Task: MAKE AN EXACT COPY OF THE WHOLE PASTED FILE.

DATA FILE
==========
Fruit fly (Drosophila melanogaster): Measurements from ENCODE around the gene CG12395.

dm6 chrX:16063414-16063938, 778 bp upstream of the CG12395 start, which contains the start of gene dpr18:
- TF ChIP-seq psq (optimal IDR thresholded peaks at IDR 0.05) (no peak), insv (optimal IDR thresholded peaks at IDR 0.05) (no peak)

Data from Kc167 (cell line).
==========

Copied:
Fruit fly (Drosophila melanogaster): Measurements from ENCODE around the gene CG12395.

dm6 chrX:16063414-16063938, 778 bp upstream of the CG12395 start, which contains the start of gene dpr18:
- TF ChIP-seq psq (optimal IDR thresholded peaks at IDR 0.05) (no peak), insv (optimal IDR thresholded peaks at IDR 0.05) (no peak)

Data from Kc167 (cell line).